The USNI/AFCEA Thursday Breakfast Roundtable; ‚ÄúChina: Friend or Foe?‚ÄĚ provided a highly informative analysis of the history, present, and possible future of US-China relations.
The discussion was moderated by David Hartman, former award-winning host of NBC‚Äôs Good Morning America. The roundtable consisted of Dr. Jacqueline Newmyer, President of Long Term Strategy Group, LLC, and accomplished scholar, and RADM Mike McDevitt, USN (Ret.), Director of the Center for Naval Analysis Strategic Studies.
After a concise summary of the history of US-China relations since the late-18th Century, China‚Äôs complex and evolving relationship with the US was defined as being that of a partner, economic rival and competitor, and potential military adversary, particularly with reference to Taiwan. Dr. Newmyer observed that, despite a tendency to think to the contrary, the shaping of China as modern industrial and military force is out of our (US) control.
To the moderator question of the significance of US relations with China, Dr. Newmyer pointed out that China, alone among the world‚Äôs nation-states, has openly expressed a goal of challenging the United States in the competition for influence. Admiral McDevitt offered that the Obama Administration has inherited a foreign policy success in Asia, with US relations being very good with all of the major powers in the region.
When examining a decades-long ‚Äúgrand strategy‚ÄĚ of both China and the US, Admiral McDevitt opined that the US desired to retain both an economic presence and a military footprint in the region. China, in the opinion of both participants, desired to maintain stability and security, avoid isolation, and maintain a certain level of friendly dependence to China among her neighbors. Chinese national security strategy is not, however, a public proclamation and must be gleaned through nuances of words and actions of her leadership and diplomats.
Dr. Newmyer warned that US Naval presence is shrinking proportionately vis-√†-vis Chinese and Indian Naval strength, and we are in danger of losing our historical role in Asia if such presence is not maintained in sufficient strength to allow the US to be a counterbalance to China among other Asian countries.
Both guests pointed out that the modernization of the PLA has included naval forces, with guidance in doctrine coming from both US and Soviet sources to be adapted to Chinese methods. China has become notably more focused on maritime issues, building a naval capability (submarines, maritime reconnaissance, land-based aircraft carrying cruise missiles, MIRV-tipped TBMs) that can effectively deny US access to areas near her waters, raising the possibility that the US Navy might find coming to the aid of an ally against the wishes of China much more difficult than previously estimated.
Discussion of the Chinese political and economic system was heavily flavored by the current global economic downturn. As both Dr. Newmyer and ADM McDevitt discussed, the People‚Äôs Republic of China remains politically Communist, with the sole organization of any consequence being the Party. The Party has moved to quash any real or perceived attempts to create organizations outside of itself. The Party remains anti-cleric, and has been extremely effective in decapitating any and all dissent that might threaten its primacy.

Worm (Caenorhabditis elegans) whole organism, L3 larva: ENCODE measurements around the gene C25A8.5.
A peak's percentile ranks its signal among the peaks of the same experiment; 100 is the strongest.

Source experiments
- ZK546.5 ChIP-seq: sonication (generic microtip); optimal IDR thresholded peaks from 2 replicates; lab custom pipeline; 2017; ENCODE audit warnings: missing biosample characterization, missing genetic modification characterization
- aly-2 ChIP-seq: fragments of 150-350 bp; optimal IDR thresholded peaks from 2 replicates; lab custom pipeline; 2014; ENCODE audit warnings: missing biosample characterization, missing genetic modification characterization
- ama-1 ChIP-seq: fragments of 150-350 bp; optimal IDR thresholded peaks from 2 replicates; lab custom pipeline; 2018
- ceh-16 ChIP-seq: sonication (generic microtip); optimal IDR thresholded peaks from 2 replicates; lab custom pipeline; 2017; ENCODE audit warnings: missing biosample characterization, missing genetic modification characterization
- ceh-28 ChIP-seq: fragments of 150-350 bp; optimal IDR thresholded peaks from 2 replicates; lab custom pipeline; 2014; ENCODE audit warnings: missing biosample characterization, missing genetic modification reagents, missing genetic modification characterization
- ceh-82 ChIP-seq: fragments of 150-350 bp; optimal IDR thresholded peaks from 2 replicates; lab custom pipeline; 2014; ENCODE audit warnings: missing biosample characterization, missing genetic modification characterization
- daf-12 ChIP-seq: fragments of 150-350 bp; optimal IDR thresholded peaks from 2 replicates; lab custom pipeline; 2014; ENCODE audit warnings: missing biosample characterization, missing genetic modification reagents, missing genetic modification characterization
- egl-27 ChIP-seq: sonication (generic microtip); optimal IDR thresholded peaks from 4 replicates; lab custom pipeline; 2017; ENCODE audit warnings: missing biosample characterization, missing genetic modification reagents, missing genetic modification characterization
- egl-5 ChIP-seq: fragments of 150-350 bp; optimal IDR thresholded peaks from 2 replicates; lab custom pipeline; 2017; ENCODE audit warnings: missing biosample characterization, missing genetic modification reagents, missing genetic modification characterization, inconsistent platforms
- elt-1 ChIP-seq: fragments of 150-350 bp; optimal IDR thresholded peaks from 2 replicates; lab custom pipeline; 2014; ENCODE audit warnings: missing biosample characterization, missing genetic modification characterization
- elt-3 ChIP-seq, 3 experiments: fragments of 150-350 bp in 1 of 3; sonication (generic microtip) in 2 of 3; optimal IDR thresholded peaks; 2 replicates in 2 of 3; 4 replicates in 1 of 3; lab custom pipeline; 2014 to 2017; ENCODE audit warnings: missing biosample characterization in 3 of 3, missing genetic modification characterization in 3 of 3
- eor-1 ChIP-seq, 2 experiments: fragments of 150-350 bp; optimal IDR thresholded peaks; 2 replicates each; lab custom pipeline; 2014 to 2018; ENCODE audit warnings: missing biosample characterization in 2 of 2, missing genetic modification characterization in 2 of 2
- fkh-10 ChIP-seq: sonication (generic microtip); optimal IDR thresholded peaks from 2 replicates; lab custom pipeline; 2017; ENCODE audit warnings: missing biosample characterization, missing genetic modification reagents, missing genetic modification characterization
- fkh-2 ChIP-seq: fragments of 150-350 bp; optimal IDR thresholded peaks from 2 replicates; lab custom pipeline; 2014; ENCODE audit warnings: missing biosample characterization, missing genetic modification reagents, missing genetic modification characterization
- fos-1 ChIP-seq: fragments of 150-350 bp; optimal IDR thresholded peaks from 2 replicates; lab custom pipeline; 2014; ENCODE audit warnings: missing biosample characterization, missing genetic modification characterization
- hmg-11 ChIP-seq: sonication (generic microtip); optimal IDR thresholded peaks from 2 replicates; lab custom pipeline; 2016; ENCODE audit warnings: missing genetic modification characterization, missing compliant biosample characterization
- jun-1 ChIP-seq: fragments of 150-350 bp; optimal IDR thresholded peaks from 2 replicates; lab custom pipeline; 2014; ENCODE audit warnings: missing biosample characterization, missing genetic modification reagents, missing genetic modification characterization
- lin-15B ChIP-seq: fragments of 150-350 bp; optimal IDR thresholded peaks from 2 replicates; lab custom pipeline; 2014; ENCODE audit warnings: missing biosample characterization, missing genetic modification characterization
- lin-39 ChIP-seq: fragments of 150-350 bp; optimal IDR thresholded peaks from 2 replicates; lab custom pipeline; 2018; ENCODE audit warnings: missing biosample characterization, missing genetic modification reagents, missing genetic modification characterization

China was described as being a Communist country with a capitalist economy. Inherent in that seeming anachronism is the fact that the Party no longer draws its legitimacy from any Marxist or Maoist philosophy, but rather from the promise of economic prosperity. The current economic situation has the potential to create serious problems for China‚Äôs party elite. Even before the downturn, questions were raised regarding the ability to sustain double digit growth, and doubts about the fragility of a manufacturing economy tailored to a purely export market remain.
The last major point the roundtable made, again discussed and assented to by both participants, was that of China‚Äôs view of the use of military force as an instrument of foreign policy. Her record since 1949 shows a surprising number of conflicts, each initiated by China, when she struck first and unexpectedly. These were:
- 1950 Intervention in Korea against UN/US forces
- 1962 Sino-Indian conflict
- 1969 Sino-Soviet border war
- 1979 Invasion of Vietnam
- 1988 Naval action off the Spratly Islands
China‚Äôs ‚Äúmilitarized responses‚ÄĚ show her willingness to use the military instrument as diplomacy, rather than after failure of diplomacy. The US should remain cognizant of this willingness and keep eyes cast toward China‚Äôs actions and intentions in Asia and elsewhere.
The roundtable discussion provided a great deal of insight into the challenges of maintaining relations with China. China remains a complicated and multi-faceted issue. US foreign policy needs to tread carefully regarding this emerging superpower.
My participation in several Title X war games in recent years has witnessed a rather na√Įve and ill-advised willingness on the part of even senior officers to wish to ‚Äúco-opt‚ÄĚ China into US-led efforts in an area of US vital interests. The discussion this morning should be cause for extreme caution regarding such ideas. It is not clear who will be co-opting whom, in the long run. Such decisions, even when US and Chinese interests seem to align, need to be very carefully considered as a function of US foreign policy at the highest levels, most definitely beyond even the considerable authority of a Combatant Commander. The US long-term goal of remaining engaged militarily and economically in Asia and elsewhere will depend on coexistence with this sometime ally, rival, and potential enemy.
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